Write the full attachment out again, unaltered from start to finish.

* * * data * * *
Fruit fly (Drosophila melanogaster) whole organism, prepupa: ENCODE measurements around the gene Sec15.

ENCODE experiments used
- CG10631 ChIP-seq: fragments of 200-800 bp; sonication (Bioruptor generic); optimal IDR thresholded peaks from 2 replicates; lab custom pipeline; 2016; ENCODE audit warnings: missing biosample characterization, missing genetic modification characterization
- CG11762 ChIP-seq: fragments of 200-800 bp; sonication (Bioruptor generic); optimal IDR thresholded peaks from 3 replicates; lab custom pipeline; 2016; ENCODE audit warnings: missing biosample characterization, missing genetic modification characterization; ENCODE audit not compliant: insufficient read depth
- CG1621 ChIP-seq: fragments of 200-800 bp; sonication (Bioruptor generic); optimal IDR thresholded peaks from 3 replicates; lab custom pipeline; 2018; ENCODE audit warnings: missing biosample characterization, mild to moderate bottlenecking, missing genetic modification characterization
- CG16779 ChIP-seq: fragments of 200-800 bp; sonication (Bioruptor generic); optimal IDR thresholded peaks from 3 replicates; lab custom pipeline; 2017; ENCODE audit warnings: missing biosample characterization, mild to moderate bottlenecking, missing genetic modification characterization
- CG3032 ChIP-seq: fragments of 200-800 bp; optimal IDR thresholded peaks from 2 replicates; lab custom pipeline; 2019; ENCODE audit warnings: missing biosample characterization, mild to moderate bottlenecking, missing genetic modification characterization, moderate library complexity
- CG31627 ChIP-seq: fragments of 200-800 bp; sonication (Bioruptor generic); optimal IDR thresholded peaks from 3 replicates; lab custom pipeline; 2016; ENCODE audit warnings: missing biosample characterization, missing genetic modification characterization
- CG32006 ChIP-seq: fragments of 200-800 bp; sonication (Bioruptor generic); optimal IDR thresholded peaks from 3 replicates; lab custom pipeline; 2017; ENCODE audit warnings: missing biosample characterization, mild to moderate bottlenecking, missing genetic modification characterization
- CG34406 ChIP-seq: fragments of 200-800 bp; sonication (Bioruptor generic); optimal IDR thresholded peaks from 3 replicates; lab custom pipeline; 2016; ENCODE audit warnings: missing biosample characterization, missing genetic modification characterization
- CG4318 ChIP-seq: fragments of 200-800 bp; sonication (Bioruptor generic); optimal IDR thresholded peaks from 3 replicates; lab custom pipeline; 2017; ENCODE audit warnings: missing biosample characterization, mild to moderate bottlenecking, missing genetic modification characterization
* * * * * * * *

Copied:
Fruit fly (Drosophila melanogaster) whole organism, prepupa: ENCODE measurements around the gene Sec15.

ENCODE experiments used
- CG10631 ChIP-seq: fragments of 200-800 bp; sonication (Bioruptor generic); optimal IDR thresholded peaks from 2 replicates; lab custom pipeline; 2016; ENCODE audit warnings: missing biosample characterization, missing genetic modification characterization
- CG11762 ChIP-seq: fragments of 200-800 bp; sonication (Bioruptor generic); optimal IDR thresholded peaks from 3 replicates; lab custom pipeline; 2016; ENCODE audit warnings: missing biosample characterization, missing genetic modification characterization; ENCODE audit not compliant: insufficient read depth
- CG1621 ChIP-seq: fragments of 200-800 bp; sonication (Bioruptor generic); optimal IDR thresholded peaks from 3 replicates; lab custom pipeline; 2018; ENCODE audit warnings: missing biosample characterization, mild to moderate bottlenecking, missing genetic modification characterization
- CG16779 ChIP-seq: fragments of 200-800 bp; sonication (Bioruptor generic); optimal IDR thresholded peaks from 3 replicates; lab custom pipeline; 2017; ENCODE audit warnings: missing biosample characterization, mild to moderate bottlenecking, missing genetic modification characterization
- CG3032 ChIP-seq: fragments of 200-800 bp; optimal IDR thresholded peaks from 2 replicates; lab custom pipeline; 2019; ENCODE audit warnings: missing biosample characterization, mild to moderate bottlenecking, missing genetic modification characterization, moderate library complexity
- CG31627 ChIP-seq: fragments of 200-800 bp; sonication (Bioruptor generic); optimal IDR thresholded peaks from 3 replicates; lab custom pipeline; 2016; ENCODE audit warnings: missing biosample characterization, missing genetic modification characterization
- CG32006 ChIP-seq: fragments of 200-800 bp; sonication (Bioruptor generic); optimal IDR thresholded peaks from 3 replicates; lab custom pipeline; 2017; ENCODE audit warnings: missing biosample characterization, mild to moderate bottlenecking, missing genetic modification characterization
- CG34406 ChIP-seq: fragments of 200-800 bp; sonication (Bioruptor generic); optimal IDR thresholded peaks from 3 replicates; lab custom pipeline; 2016; ENCODE audit warnings: missing biosample characterization, missing genetic modification characterization
- CG4318 ChIP-seq: fragments of 200-800 bp; sonication (Bioruptor generic); optimal IDR thresholded peaks from 3 replicates; lab custom pipeline; 2017; ENCODE audit warnings: missing biosample characterization, mild to moderate bottlenecking, missing genetic modification characterization